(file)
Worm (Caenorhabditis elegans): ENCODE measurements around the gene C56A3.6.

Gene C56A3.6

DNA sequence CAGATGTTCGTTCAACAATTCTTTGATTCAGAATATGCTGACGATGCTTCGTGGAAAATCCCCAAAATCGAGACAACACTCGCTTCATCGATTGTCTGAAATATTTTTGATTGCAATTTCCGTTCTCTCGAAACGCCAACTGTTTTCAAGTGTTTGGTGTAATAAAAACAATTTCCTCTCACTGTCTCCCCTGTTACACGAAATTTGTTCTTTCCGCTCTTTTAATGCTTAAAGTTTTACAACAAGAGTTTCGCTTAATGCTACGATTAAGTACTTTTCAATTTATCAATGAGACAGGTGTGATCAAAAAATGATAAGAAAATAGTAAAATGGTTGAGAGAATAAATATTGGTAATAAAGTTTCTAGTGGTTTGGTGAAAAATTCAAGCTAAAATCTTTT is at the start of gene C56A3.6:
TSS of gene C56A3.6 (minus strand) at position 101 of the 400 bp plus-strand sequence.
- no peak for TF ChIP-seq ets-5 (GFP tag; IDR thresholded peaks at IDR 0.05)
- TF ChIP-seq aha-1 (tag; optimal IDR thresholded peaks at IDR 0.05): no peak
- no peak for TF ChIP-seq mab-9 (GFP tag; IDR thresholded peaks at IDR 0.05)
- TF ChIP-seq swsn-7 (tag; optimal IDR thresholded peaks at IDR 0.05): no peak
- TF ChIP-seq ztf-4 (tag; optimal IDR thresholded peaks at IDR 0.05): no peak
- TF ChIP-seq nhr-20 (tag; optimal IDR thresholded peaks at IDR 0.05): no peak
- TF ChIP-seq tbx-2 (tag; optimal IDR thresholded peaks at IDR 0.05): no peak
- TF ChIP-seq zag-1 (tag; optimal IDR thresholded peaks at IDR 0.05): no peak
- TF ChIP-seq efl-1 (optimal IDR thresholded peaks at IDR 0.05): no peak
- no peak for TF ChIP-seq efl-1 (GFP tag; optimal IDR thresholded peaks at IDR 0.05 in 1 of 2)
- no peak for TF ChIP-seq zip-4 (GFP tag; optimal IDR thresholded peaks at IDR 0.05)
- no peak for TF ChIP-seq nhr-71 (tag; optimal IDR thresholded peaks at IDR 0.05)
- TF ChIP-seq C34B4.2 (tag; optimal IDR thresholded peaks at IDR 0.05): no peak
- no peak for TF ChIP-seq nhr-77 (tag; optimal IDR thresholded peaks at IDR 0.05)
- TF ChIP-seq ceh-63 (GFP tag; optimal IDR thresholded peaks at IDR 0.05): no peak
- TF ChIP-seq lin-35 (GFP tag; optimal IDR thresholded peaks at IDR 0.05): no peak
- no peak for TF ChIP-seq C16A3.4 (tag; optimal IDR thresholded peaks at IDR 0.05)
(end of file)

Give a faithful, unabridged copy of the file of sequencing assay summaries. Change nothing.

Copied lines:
Worm (Caenorhabditis elegans): ENCODE measurements around the gene C56A3.6.

Gene C56A3.6

DNA sequence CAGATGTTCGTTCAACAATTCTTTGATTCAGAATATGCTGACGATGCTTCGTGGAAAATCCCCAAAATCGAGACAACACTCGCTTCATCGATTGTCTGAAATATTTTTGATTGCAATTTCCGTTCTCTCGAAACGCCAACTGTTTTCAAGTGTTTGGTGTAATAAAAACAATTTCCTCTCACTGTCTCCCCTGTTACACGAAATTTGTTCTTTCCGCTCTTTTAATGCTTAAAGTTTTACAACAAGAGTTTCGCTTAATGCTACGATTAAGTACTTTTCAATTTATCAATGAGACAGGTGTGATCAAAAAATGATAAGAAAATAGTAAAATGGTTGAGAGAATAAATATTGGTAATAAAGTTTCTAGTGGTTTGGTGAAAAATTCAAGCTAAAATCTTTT is at the start of gene C56A3.6:
TSS of gene C56A3.6 (minus strand) at position 101 of the 400 bp plus-strand sequence.
- no peak for TF ChIP-seq ets-5 (GFP tag; IDR thresholded peaks at IDR 0.05)
- TF ChIP-seq aha-1 (tag; optimal IDR thresholded peaks at IDR 0.05): no peak
- no peak for TF ChIP-seq mab-9 (GFP tag; IDR thresholded peaks at IDR 0.05)
- TF ChIP-seq swsn-7 (tag; optimal IDR thresholded peaks at IDR 0.05): no peak
- TF ChIP-seq ztf-4 (tag; optimal IDR thresholded peaks at IDR 0.05): no peak
- TF ChIP-seq nhr-20 (tag; optimal IDR thresholded peaks at IDR 0.05): no peak
- TF ChIP-seq tbx-2 (tag; optimal IDR thresholded peaks at IDR 0.05): no peak
- TF ChIP-seq zag-1 (tag; optimal IDR thresholded peaks at IDR 0.05): no peak
- TF ChIP-seq efl-1 (optimal IDR thresholded peaks at IDR 0.05): no peak
- no peak for TF ChIP-seq efl-1 (GFP tag; optimal IDR thresholded peaks at IDR 0.05 in 1 of 2)
- no peak for TF ChIP-seq zip-4 (GFP tag; optimal IDR thresholded peaks at IDR 0.05)
- no peak for TF ChIP-seq nhr-71 (tag; optimal IDR thresholded peaks at IDR 0.05)
- TF ChIP-seq C34B4.2 (tag; optimal IDR thresholded peaks at IDR 0.05): no peak
- no peak for TF ChIP-seq nhr-77 (tag; optimal IDR thresholded peaks at IDR 0.05)
- TF ChIP-seq ceh-63 (GFP tag; optimal IDR thresholded peaks at IDR 0.05): no peak
- TF ChIP-seq lin-35 (GFP tag; optimal IDR thresholded peaks at IDR 0.05): no peak
- no peak for TF ChIP-seq C16A3.4 (tag; optimal IDR thresholded peaks at IDR 0.05)